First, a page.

Last week I wrote a piece about whether or not running back David Wilson should forgo his senior year at Virginia Tech and enter the NFL draft. Now a similar question needs to be asked about cornerback Jayron Hosley. Wilson’s decision is still be up in the air, but Hosley appears to be ready to enter the NFL in 2012.
All indications from Hosley are that the All-State Sugar Bowl will be the star corner’s last game in the Maroon and Orange. It is his decision but that doesn’t necessarily mean that it is the correct one.
Hosley was an All-American in 2010 and appeared to be the next Brandon Flowers. In 2010, Hosley led the nation with nine interceptions, but a year can make a huge difference and the budding defensive star took a step back in 2011. His season was hampered by injuries and a position change.
The injury bug hit the entire Hokies defense and Jayron Hosley was one of the bigger losses of the season. Hosley injured his hamstring during Virginia Tech’s Week 6 matchup with the Miami Hurricanes. He made it worse the next week against Wake Forest (he didn’t finish the game). The hamstring injury held him out against Boston College in Week 8.
Hosley returned after the Boston College game, but it wasn’t the end of his injuries. During the ACC championship game he suffered what was originally reported as a stinger, but later changed to a concussion. He should be ready for the Sugar Bowl, but if he doesn’t play then he should rethink his draft decision.
The injuries were a large reason for Hosley’s struggles in 2011, but it was not the only reason. Many people have overlooked the fact that Hosley was moved from a field corner to the boundary corner in 2011.
The boundary corner is the “it” position in Virginia Tech’s defense. The position has been filled by names like Brandon Flowers, Macho Harris, Jimmy Williams and DeAngelo Hall. What many people don’t realize is that there is a big difference between the field and boundary corners. It isn’t simply just playing on different sides of the field—it is a completely different defensive concept.
The field corner is in all essence a zone corner. The player’s job is to drop back into the zone and read the play and quarterback. The boundary corner is the man-to-man corner. His job is to read the receiver and react. Hosley, however, didn’t excel during his first year playing a lot of man-to-man. This is important because the pass-heavy NFL is a largely man-to-man league.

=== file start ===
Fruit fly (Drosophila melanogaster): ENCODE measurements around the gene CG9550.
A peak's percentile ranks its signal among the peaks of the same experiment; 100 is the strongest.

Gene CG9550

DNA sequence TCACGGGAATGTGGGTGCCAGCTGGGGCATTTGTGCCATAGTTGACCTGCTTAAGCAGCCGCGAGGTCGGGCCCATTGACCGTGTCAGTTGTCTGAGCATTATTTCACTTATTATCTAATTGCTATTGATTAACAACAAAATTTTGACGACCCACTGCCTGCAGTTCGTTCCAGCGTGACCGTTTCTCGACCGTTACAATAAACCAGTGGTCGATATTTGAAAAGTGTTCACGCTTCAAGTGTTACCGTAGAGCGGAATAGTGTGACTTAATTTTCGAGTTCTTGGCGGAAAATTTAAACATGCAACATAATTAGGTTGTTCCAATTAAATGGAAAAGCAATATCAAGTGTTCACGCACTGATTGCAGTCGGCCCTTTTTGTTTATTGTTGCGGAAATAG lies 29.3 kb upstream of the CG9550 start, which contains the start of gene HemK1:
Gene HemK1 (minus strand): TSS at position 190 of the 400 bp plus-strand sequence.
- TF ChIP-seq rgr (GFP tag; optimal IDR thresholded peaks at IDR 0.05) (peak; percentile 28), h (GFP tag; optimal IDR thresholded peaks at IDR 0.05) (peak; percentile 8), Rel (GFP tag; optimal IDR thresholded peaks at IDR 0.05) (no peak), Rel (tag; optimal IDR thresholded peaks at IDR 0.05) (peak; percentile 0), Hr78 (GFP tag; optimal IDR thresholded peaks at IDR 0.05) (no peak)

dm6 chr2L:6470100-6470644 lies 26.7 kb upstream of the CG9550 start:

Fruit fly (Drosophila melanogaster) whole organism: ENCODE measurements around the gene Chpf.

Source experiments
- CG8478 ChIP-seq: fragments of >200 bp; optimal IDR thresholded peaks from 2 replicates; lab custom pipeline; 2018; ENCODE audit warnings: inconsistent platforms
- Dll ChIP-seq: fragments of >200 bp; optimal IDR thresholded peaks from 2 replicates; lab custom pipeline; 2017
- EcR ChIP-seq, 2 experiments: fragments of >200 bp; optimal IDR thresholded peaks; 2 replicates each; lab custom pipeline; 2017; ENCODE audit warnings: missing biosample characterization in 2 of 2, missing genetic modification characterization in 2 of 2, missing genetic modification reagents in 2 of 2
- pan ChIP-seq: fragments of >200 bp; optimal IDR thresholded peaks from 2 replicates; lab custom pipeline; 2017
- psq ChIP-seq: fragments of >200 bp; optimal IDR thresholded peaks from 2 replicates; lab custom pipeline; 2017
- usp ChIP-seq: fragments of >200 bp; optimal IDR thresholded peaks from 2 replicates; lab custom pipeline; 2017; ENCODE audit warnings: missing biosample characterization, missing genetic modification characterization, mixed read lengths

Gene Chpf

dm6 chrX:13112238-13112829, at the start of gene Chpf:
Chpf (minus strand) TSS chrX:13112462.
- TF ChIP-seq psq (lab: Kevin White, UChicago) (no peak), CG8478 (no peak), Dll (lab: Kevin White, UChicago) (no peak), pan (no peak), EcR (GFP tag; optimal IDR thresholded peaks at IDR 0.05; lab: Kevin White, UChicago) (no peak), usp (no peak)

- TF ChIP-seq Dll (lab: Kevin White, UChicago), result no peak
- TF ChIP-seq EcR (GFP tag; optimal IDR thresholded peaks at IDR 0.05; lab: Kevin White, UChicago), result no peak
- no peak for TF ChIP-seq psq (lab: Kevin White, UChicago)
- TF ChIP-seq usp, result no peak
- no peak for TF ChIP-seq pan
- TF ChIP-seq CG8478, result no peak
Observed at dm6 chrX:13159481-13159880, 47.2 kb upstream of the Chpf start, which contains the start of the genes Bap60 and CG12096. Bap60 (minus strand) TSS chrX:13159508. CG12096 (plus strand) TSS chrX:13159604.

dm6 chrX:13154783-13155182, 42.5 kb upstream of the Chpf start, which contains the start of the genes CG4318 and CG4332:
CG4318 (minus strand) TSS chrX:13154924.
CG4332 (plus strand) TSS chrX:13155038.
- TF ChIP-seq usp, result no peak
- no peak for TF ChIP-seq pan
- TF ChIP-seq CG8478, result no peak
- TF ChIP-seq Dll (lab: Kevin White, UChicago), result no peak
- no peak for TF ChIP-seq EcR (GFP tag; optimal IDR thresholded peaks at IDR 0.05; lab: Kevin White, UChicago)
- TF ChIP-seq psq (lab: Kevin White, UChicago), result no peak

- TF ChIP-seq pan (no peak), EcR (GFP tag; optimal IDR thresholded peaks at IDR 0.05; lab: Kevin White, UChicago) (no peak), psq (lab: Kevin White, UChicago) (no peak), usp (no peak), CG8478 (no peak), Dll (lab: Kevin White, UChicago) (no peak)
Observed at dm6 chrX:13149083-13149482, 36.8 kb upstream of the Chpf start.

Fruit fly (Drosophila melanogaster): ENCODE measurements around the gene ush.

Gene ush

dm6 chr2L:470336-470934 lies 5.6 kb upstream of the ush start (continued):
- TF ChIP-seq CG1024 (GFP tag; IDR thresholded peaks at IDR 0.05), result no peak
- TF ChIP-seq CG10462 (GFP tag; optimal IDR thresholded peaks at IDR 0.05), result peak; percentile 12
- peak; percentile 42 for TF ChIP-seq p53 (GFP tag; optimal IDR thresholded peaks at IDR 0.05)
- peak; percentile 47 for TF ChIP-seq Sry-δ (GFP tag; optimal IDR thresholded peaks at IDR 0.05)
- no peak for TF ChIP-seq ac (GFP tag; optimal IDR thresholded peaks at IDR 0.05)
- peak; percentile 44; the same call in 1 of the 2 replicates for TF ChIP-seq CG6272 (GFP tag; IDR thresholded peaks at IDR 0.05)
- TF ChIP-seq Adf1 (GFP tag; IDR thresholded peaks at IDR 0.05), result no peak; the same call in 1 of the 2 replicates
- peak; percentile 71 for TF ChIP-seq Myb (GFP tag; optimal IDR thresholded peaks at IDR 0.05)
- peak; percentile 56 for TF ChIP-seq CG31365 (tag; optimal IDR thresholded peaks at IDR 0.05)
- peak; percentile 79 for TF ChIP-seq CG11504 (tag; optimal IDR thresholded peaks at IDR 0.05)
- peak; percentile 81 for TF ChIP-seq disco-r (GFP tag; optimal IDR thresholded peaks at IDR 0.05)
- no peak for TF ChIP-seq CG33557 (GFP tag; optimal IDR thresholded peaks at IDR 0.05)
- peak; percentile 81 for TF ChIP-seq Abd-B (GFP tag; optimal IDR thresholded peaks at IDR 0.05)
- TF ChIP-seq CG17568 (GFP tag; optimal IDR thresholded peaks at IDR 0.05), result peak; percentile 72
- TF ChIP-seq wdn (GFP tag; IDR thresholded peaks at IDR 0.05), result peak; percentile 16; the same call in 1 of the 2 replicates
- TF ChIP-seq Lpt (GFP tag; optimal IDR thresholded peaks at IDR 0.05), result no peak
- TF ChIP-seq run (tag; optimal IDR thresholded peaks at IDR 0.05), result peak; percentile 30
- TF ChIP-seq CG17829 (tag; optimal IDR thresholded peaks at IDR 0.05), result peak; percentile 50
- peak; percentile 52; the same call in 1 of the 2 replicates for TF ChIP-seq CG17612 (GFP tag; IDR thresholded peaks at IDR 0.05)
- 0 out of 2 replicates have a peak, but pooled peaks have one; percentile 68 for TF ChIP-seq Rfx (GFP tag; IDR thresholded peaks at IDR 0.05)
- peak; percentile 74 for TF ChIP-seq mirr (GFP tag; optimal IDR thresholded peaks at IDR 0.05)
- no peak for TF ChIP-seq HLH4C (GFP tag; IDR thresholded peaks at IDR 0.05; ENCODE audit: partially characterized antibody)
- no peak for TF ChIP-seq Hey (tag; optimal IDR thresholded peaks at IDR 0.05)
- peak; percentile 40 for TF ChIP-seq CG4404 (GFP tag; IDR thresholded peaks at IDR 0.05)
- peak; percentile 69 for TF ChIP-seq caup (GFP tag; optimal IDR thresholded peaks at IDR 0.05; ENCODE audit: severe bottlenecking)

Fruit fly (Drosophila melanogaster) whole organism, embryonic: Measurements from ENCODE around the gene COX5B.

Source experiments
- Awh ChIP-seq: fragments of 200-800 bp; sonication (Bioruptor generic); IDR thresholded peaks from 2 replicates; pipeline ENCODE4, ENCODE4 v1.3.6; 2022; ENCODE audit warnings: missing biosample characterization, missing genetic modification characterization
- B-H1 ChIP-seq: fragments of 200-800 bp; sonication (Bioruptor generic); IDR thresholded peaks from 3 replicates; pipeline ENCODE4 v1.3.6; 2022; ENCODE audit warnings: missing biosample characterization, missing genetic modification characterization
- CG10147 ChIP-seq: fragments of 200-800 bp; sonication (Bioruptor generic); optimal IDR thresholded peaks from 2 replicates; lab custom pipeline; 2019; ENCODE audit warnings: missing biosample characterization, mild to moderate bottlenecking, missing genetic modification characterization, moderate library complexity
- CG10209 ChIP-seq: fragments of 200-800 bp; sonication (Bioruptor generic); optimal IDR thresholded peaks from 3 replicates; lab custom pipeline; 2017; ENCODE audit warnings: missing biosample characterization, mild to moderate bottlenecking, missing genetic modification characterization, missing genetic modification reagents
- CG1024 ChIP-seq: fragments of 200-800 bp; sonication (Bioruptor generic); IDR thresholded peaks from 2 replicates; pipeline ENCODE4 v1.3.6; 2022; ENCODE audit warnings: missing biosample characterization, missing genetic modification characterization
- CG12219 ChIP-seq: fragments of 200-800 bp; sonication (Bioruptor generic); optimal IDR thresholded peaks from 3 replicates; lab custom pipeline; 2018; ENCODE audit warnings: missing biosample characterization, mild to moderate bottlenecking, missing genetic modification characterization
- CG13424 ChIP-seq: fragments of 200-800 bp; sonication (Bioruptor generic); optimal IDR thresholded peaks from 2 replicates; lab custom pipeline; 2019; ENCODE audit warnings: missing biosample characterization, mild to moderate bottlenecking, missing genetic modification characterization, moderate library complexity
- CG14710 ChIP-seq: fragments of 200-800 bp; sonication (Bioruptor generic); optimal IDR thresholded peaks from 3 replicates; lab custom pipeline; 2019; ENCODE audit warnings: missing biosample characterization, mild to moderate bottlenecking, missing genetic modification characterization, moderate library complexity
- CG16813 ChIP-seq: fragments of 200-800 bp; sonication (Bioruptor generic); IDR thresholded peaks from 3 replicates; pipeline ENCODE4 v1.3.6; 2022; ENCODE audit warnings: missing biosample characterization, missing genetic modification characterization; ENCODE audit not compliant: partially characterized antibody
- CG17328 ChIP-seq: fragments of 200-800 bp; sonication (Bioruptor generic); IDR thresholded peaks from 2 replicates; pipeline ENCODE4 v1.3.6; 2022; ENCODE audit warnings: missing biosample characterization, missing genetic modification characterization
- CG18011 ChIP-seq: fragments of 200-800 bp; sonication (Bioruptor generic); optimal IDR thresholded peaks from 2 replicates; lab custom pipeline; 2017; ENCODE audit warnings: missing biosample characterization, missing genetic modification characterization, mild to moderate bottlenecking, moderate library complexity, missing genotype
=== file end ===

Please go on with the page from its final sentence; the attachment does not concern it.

The 2011 season alone is proof that Hosley could benefit from another year of playing the boundary corner under Bud Foster.
Hosley had 59 tackles in 2011. That total is larger than his 2010 total, but that has a lot to do with the fact that quarterbacks were scared to throw in Hosley’s general direction the previous season.
The most interesting statistic from Hosley during last season is his interception total. The cornerback was a vacuum in 2010; his nine interceptions led the FBS and were a big reason why he was voted an AP All-American.
That number severely dropped in 2011, with three. And those three interceptions came in two games. He had two picks against East Carolina in Week 2 and his third interception came against Clemson in Week 5. Hosley hasn’t had an interception in the Hokies' last eight games.
A lot of the blame for the lack of interceptions has been placed on Hosley’s injuries, but again, the real culprit is the position change.
Jayron Hosley doesn’t appear to be ready for the NFL. His man-to-man defense needs work and his production in 2011 has hurt his draft stock. If he produced in 2011 like he did during the 2010 campaign, then he would be a first-round lock, but now he is looking good for the middle rounds.
Hosley might end up being an immediate playmaker in the NFL, but I think the junior could gain a lot from staying his senior year. He has the talent, but he still needs time to learn the position.